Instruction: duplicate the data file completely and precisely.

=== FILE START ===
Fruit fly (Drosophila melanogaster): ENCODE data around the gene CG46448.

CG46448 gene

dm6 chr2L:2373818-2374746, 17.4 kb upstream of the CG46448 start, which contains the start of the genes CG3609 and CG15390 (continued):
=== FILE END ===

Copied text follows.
Fruit fly (Drosophila melanogaster): ENCODE data around the gene CG46448.

CG46448 gene

dm6 chr2L:2373818-2374746, 17.4 kb upstream of the CG46448 start, which contains the start of the genes CG3609 and CG15390 (continued):